Hungarian Gripens’ first reach for the tanker

Hungarian Air Force Saab Gripen pilots performed air-to-air refueling for the first time last June, flying alongside Swedish pilots and using a US Air Force KC-135 as a tanker aircraft. The sorties were flown over Hungary and also involved a Swedish Air Force two seater Saab Gripen, probably as a result of the crash of a Hungarian two seater last May.

The exercise was held between 21 June and 30 June at Kecskemét airbase in central Hungary. “To get the right mission strength, we need to have air-to-air refueling, that’s why we turned to the US to get some AAR capability and initial training,” said Hungarian air force Brig. Gen. Csebe Ugrik.

Three instructor pilots from the Swedish air force Gripen Operational Testing and Evaluation unit were responsible for the training syllabus, basic training and the Hungarian instructor pilot training. After three days of academics taught by representatives from the two guest air forces involved, the pilots took flight for hands-on familiarization.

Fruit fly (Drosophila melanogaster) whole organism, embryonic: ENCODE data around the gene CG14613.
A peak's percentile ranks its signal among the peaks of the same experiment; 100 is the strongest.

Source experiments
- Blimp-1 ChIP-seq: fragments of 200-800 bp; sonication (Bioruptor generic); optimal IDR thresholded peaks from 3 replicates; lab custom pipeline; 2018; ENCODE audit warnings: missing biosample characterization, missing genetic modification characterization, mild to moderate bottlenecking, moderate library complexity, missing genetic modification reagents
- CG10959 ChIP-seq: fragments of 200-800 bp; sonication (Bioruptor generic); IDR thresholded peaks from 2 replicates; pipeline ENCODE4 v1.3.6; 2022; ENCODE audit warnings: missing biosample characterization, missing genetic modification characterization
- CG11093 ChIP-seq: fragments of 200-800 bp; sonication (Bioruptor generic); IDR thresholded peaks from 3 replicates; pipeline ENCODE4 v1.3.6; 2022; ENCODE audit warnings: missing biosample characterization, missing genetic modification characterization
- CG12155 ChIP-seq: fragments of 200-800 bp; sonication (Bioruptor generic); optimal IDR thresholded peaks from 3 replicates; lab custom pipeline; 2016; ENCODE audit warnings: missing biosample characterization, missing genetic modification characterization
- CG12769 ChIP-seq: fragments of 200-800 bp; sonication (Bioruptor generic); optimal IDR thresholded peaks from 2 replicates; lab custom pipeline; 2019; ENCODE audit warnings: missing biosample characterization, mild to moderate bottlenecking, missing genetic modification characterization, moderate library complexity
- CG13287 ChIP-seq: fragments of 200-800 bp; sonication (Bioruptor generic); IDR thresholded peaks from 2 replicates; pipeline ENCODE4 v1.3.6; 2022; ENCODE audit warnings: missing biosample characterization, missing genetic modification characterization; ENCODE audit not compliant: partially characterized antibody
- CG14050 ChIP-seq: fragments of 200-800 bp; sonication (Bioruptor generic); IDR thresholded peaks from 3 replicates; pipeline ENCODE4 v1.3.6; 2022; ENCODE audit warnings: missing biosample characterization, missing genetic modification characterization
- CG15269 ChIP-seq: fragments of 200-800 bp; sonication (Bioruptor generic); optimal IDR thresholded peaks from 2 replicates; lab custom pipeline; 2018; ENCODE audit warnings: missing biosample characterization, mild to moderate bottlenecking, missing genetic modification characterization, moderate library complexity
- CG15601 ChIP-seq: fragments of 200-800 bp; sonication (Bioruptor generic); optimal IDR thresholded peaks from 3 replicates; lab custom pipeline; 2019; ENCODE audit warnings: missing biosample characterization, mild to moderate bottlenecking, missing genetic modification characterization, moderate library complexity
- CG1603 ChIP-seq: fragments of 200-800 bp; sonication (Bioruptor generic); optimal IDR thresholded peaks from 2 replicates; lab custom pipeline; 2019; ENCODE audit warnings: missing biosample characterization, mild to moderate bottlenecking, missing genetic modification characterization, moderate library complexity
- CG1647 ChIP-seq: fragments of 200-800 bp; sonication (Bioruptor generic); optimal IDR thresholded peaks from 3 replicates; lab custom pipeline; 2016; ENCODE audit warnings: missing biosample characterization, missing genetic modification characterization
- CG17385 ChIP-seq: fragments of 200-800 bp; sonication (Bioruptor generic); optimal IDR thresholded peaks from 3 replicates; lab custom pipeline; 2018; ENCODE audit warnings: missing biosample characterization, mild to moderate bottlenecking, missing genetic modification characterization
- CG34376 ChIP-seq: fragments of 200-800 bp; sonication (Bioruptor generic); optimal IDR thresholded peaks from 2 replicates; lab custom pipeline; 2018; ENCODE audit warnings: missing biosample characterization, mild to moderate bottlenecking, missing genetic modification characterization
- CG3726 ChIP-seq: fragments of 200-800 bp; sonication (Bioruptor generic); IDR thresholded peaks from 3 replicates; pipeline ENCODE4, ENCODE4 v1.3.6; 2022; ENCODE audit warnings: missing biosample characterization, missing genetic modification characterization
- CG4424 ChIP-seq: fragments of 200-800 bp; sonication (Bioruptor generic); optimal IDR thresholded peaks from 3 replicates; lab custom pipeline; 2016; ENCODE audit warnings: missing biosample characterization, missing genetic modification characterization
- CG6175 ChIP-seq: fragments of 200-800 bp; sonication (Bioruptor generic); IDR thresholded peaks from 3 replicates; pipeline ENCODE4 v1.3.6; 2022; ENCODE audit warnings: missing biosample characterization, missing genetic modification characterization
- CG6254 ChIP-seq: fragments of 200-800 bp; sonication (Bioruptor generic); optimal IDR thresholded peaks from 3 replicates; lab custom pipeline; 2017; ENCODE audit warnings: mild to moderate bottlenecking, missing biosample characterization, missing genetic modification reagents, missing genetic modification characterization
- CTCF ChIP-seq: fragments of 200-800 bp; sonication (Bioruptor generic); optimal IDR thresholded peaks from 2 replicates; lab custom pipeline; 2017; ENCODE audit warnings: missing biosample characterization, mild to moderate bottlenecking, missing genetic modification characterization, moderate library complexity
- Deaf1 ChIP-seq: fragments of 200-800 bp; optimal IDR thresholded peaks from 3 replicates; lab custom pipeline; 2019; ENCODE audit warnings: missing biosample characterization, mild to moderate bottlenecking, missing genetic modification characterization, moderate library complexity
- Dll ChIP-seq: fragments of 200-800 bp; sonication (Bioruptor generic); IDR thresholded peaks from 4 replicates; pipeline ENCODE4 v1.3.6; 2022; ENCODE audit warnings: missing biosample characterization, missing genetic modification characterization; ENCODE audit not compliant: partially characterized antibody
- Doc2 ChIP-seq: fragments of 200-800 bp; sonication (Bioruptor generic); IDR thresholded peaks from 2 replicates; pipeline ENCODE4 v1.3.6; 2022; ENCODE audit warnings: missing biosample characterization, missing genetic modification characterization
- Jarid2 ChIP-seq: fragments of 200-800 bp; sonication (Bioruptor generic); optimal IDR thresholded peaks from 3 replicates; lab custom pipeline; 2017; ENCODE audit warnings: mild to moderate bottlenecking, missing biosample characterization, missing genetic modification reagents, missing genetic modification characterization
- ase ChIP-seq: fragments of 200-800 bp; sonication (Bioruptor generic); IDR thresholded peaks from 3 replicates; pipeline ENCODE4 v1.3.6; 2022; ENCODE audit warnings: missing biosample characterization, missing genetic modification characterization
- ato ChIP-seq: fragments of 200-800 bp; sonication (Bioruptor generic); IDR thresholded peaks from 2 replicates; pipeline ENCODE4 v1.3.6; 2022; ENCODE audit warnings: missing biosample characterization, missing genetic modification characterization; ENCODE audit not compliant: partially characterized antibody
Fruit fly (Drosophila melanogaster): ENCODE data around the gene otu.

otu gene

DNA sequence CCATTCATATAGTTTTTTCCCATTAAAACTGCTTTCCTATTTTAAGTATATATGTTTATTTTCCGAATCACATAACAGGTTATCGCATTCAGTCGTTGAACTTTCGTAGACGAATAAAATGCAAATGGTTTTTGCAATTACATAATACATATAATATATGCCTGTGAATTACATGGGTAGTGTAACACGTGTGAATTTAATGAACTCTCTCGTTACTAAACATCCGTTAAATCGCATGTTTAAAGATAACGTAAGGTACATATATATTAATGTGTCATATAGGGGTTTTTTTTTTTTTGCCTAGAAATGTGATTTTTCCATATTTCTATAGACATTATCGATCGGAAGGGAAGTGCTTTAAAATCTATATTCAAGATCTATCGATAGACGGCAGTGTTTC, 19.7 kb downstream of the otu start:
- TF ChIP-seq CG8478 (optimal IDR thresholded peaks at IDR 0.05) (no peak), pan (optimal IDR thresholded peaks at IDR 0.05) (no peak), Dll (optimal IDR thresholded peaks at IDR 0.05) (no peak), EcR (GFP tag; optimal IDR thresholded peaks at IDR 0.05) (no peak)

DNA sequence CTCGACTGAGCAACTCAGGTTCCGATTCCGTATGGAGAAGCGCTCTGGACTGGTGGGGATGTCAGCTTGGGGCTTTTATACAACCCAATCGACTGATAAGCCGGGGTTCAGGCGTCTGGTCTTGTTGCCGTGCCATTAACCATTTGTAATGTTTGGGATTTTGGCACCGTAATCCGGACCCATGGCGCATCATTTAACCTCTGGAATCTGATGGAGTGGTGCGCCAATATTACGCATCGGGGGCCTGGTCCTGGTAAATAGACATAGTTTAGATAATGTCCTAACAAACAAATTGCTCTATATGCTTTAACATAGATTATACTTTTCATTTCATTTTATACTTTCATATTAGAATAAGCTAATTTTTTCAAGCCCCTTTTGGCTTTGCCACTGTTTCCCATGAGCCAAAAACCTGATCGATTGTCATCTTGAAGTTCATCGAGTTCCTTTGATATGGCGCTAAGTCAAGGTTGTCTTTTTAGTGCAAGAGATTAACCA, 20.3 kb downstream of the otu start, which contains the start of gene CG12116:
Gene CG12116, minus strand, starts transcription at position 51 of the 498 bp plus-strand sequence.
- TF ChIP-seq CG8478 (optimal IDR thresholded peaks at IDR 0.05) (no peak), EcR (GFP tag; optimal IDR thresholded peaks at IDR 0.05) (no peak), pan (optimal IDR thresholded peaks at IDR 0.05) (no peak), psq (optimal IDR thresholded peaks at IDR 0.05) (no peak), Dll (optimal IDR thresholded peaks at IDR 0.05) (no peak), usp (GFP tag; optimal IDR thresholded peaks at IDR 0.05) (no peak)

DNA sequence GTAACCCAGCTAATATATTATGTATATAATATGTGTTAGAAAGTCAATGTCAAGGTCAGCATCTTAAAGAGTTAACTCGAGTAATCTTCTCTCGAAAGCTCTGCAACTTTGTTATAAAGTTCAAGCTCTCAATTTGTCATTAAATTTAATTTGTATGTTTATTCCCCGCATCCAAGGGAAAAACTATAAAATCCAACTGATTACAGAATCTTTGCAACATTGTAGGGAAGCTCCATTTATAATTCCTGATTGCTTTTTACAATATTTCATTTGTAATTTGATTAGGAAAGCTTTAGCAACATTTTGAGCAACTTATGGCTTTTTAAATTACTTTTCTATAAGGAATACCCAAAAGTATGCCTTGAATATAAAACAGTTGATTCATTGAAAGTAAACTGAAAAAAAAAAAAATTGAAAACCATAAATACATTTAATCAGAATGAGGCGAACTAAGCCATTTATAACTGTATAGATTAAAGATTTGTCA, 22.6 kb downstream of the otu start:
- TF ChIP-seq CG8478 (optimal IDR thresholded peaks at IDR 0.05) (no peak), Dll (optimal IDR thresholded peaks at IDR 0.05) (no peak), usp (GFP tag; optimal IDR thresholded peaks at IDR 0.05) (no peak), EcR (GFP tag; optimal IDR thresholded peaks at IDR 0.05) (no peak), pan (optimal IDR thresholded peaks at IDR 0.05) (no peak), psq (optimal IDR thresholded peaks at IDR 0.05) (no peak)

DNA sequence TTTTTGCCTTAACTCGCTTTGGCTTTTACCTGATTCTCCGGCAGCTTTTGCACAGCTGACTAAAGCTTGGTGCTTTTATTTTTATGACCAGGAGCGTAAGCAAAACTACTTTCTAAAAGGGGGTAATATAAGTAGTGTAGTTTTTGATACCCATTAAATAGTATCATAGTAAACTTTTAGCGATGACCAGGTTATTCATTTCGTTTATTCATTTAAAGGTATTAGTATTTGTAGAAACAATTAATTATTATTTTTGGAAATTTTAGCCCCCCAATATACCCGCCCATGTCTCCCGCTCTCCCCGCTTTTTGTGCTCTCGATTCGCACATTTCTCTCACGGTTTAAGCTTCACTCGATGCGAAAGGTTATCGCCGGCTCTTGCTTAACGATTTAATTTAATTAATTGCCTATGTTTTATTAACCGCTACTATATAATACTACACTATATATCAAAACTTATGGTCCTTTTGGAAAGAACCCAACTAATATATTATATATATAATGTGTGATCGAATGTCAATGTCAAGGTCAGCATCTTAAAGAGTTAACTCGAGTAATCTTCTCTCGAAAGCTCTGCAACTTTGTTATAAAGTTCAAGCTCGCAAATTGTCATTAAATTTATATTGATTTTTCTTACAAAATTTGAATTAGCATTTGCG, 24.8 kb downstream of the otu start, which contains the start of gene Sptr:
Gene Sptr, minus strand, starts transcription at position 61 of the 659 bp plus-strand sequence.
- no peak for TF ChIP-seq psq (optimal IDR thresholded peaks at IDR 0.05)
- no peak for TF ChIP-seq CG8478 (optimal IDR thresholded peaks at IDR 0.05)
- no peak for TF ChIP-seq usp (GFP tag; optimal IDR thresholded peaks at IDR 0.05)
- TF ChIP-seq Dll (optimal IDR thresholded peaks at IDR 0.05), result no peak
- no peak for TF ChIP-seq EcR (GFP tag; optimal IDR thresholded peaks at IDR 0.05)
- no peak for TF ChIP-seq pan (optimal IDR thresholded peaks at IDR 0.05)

The US tanker and crew involved, belonged the 100th Air Refueling Wing at RAF Mildenhall in the UK.

(Image © US Air Force /  Senior Airman Kate Thornton)
(Image © US Air Force / Senior Airman Kate Thornton)

Hours
The tanker and Gripen aircrew flew approximately six hours daily for six days. After days of performing only dry contacts with the tanker, the pilots were confident enough and took fuel for the first time, proving they were ready to perform air refueling safely and correctly.

Hungarian Gripen pilot Lt. Col. Tamas Szvat commented: “Now we could finally start this training and get this very important force multiplier capability for the Hungarian Gripen fleet. We now have  a capability the Hungarian air force has never had before.”